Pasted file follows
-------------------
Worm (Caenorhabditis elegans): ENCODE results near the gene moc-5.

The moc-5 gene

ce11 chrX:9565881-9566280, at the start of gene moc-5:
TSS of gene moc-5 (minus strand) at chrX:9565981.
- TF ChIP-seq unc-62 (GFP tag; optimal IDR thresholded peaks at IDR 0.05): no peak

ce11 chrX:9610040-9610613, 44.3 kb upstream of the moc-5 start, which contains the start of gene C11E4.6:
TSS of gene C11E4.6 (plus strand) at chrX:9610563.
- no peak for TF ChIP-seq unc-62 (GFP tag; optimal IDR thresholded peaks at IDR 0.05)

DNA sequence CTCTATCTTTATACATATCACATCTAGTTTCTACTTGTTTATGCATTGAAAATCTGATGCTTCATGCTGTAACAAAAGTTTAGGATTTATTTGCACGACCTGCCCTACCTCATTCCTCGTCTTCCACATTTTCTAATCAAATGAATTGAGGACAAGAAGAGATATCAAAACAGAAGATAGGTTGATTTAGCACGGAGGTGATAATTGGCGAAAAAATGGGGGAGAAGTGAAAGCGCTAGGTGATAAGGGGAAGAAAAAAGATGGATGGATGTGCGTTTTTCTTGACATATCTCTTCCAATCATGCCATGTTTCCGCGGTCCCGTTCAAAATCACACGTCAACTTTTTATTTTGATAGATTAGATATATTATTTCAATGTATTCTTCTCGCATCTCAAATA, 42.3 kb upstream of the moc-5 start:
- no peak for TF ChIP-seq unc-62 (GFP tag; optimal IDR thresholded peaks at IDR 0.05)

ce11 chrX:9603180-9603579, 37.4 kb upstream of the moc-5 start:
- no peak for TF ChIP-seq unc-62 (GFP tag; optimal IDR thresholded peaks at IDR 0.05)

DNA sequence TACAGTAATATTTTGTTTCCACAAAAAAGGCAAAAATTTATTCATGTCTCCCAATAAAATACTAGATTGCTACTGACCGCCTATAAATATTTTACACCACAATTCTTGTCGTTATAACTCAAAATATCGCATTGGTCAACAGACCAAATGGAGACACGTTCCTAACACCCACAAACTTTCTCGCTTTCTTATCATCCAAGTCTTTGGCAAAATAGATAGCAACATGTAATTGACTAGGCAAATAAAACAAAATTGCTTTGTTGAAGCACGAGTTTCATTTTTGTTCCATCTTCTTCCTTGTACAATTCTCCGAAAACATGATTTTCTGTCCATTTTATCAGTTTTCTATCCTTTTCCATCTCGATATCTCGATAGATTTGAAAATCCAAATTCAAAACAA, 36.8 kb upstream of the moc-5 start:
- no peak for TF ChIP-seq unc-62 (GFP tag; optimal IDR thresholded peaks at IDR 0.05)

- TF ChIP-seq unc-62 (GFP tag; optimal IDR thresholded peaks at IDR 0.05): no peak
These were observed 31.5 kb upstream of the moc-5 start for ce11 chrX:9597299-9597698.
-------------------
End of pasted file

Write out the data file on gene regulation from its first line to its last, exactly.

Worm (Caenorhabditis elegans): ENCODE results near the gene moc-5.

The moc-5 gene

ce11 chrX:9565881-9566280, at the start of gene moc-5:
TSS of gene moc-5 (minus strand) at chrX:9565981.
- TF ChIP-seq unc-62 (GFP tag; optimal IDR thresholded peaks at IDR 0.05): no peak

ce11 chrX:9610040-9610613, 44.3 kb upstream of the moc-5 start, which contains the start of gene C11E4.6:
TSS of gene C11E4.6 (plus strand) at chrX:9610563.
- no peak for TF ChIP-seq unc-62 (GFP tag; optimal IDR thresholded peaks at IDR 0.05)

DNA sequence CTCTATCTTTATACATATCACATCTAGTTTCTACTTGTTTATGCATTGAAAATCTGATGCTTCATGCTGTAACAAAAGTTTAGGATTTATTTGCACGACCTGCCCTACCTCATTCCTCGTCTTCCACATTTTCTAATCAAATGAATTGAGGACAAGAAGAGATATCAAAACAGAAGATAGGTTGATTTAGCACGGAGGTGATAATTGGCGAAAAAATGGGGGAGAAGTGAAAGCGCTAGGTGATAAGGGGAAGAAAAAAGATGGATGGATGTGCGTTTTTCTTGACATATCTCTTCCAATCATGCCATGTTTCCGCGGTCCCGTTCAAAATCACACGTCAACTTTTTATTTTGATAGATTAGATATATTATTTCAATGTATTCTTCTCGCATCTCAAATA, 42.3 kb upstream of the moc-5 start:
- no peak for TF ChIP-seq unc-62 (GFP tag; optimal IDR thresholded peaks at IDR 0.05)

ce11 chrX:9603180-9603579, 37.4 kb upstream of the moc-5 start:
- no peak for TF ChIP-seq unc-62 (GFP tag; optimal IDR thresholded peaks at IDR 0.05)

DNA sequence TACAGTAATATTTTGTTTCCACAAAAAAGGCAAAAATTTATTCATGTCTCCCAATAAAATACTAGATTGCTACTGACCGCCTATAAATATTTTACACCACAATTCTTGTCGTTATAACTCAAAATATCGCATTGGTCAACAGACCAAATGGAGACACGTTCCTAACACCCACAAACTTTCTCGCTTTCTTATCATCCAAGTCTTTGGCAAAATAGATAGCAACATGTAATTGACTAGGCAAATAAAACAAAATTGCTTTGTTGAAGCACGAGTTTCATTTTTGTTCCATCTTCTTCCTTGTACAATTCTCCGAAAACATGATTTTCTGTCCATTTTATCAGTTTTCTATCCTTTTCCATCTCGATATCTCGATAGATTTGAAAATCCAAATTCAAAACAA, 36.8 kb upstream of the moc-5 start:
- no peak for TF ChIP-seq unc-62 (GFP tag; optimal IDR thresholded peaks at IDR 0.05)

- TF ChIP-seq unc-62 (GFP tag; optimal IDR thresholded peaks at IDR 0.05): no peak
These were observed 31.5 kb upstream of the moc-5 start for ce11 chrX:9597299-9597698.